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An illustration representing a person's phone anxiety. In the image, a woman is trying to get out of her phone as it keep sucking her in during an incoming call.
"Many of my friends only started believing this to be a real problem only after I started therapy." Illustration by (c) Reset Fest Inc, Canada

The Re:Set Guide

Nausea and Jitters: How I Learnt to Work Through Phone Anxiety

‘I get nervous, jittery, and am physically unable to answer the phone.’

It started two years ago. A friend of mine would come to my building and call me from there asking me to come down and meet him. He was persistent, and I didn’t want to go. I stopped answering his calls, and from then on it just started happening with others.

When I don’t know why someone is calling, I get very anxious. It happens even when I’ve met someone the day before. And this isn’t random unsaved numbers, as those I get excited to answer. It’s people I know and what they might say, which is scary, or I might say something stupid or they might want a favour which I cannot do, which would make me a be a bad person. So I just don’t answer the calls and let the phone ring out. Those 60 seconds are terrible each time.

During this time, my heart starts to race. I get nervous, jittery, intensely uncomfortable and I am physically unable to answer the phone. I feel irritated also because if someone knows it, then they still didn’t give me a chance to prepare myself. I struggle to focus during that time and feel nauseated. I never cut the call because it is impolite and people don’t like to be hung up on, so I text them asking what they wanted to speak about after the call. If people just text me before, I’m better prepared.

An Indian woman with phone anxiety intently looking at her phone.

“I just don’t answer the calls and let the phone ring out. Those 60 seconds are terrible each time.” Photo courtesy: Tanisha Sinha

The content of the call doesn’t really matter, as most of them are mundane everyday things, like someone asking me to meet, or what dress they should wear. The anxiety goes away in 5-10 seconds into a call. I get very anxious during interviews though. Even while speaking with you, I’m sweating through my clothes.

I’ve told some people about it, but some of my friends think this isn’t a real thing, that I’m being dramatic. They get upset about why I still can’t pick up their phones. I’ve gotten used to their behaviour now, though I still don’t answer most calls. Initially, I felt alienated from them and very misunderstood as they couldn’t understand this one thing which was happening to me everyday.

Many of them started believing this to be a real problem only after I started therapy. But my therapist didn’t treat this separately, as he told me it’s a manifestation of my general anxiety, along with lack of sleep at night.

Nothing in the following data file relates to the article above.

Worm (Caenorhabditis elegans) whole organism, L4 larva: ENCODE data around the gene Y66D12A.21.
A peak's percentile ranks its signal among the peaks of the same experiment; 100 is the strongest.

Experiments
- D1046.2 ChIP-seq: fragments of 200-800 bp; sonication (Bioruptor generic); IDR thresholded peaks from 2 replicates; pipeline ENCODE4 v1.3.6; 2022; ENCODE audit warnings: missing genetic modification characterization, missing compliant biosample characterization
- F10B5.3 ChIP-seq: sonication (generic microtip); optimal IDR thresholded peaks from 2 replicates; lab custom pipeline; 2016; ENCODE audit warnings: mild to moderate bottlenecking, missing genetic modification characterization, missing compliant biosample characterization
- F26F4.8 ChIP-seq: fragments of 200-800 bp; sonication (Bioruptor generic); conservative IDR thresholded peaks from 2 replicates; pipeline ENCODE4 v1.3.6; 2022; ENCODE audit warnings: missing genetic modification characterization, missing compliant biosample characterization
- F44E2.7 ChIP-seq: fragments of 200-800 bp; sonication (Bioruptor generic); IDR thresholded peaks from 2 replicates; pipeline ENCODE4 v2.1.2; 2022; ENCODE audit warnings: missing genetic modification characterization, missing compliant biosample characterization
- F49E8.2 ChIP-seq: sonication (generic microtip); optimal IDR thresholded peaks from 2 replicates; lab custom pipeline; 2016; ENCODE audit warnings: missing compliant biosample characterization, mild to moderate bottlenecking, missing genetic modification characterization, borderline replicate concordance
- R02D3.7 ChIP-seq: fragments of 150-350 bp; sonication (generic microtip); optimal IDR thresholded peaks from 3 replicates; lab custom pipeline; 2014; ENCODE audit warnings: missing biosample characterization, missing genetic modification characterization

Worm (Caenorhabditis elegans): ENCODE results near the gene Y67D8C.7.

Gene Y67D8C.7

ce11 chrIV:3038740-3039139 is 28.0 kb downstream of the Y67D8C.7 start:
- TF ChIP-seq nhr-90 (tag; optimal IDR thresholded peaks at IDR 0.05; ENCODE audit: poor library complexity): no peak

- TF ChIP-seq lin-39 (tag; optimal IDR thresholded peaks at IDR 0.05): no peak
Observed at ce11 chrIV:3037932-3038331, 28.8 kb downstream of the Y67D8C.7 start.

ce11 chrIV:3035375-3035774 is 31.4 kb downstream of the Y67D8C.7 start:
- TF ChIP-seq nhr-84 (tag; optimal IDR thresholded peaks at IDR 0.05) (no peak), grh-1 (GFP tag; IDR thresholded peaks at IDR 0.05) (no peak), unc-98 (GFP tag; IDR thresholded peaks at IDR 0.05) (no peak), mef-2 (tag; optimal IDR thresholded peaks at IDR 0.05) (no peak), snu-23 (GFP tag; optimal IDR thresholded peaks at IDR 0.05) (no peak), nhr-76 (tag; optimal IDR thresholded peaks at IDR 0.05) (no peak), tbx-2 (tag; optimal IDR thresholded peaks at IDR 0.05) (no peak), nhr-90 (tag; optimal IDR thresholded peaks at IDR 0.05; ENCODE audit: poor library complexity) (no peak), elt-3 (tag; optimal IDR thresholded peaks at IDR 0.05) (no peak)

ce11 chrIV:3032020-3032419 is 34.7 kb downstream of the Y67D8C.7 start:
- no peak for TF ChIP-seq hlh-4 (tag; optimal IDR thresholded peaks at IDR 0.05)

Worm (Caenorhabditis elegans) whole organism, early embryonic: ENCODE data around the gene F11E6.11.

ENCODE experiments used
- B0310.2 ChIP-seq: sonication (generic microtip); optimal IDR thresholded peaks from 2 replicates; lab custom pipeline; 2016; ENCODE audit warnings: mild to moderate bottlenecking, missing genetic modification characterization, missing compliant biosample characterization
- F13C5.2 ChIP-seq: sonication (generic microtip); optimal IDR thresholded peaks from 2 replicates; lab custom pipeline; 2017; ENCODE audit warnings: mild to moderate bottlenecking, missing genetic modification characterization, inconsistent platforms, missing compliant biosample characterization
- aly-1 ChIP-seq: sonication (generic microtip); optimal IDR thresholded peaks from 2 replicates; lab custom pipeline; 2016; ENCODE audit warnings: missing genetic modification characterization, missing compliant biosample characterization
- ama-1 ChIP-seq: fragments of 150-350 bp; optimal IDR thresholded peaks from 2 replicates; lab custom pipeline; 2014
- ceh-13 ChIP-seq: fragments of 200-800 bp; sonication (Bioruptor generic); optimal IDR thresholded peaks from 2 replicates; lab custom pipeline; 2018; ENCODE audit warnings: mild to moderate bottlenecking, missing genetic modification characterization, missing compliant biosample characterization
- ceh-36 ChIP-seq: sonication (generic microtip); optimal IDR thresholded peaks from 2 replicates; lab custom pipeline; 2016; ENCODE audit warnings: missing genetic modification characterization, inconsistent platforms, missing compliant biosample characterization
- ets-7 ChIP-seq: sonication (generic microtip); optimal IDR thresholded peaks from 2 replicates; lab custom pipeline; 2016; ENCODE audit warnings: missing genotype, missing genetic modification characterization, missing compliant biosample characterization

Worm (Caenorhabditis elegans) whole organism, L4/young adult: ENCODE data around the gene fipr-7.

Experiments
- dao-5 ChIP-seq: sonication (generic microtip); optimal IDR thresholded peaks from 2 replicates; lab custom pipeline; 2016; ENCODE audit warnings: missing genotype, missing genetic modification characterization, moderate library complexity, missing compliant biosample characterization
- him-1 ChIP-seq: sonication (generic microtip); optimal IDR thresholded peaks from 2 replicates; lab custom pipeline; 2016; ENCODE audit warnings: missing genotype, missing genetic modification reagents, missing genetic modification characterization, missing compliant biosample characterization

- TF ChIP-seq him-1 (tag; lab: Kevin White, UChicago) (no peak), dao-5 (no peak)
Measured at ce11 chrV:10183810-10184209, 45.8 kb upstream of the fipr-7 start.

Now I have developed a system to combat this phone anxiety where I’ve told people to text me before calling, so we can discuss what we will speak about, and I can articulate and prepare myself for it. When people ask me to call others, I also prefer to text before to give them the chance others don’t give me. We don’t know who could be going through phone anxiety.

Tanisha Sinha is a financial consultant based in Mumbai. As told to Parthshri Arora.

Tips to deal deal with phone anxiety

We asked Ila Kulshreshtha, a counselling psychologist, on how best to deal with phone anxiety. Here’s what she recommends:

1. Breathe

When you get a call, try breathing. Get breathing apps on your phone or smartwatches. If you feel like you’re going to throw up, keep a glass of water with you. Cold water is a suppressant to nausea.

2. Don’t pace around

Anxiety causes restlessness among some people who then start pacing up and down. So if you feel dizzy upon receiving a call, try sitting down and speaking on the phone.

3. Practice

One important thing someone dealing with phone anxiety can do is just practicing calls. Ask your friends and family who you’ve told about it to call you once a day, then increase the volume of calls gradually. Pace yourself through it. Start with 5 to 10 minutes, maybe go to 20. And practice being silent on the call, as silence on calls can trigger anxiety. This will train your nervous system to not treat the call as a danger.

4. Visualize

If you’re speaking with someone you’re familiar with, visualize how the conversation will go on. Rehearse the points you want to discuss, how you will speak with clarity and confidence, while the person on the other side replies adequately.

5. Take notes

Try taking notes during and after the conversation. Taking down notes distracts you from the dynamics of the relationship between you and the other person on the line, while making sure you keep focused on the content of the call.


Also read: TikTok Ban: How Suddenly Being Cut off of Social Media Apps Affects Mental Health


 

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Nausea and Jitters: How I Learnt to Work Through Phone Anxiety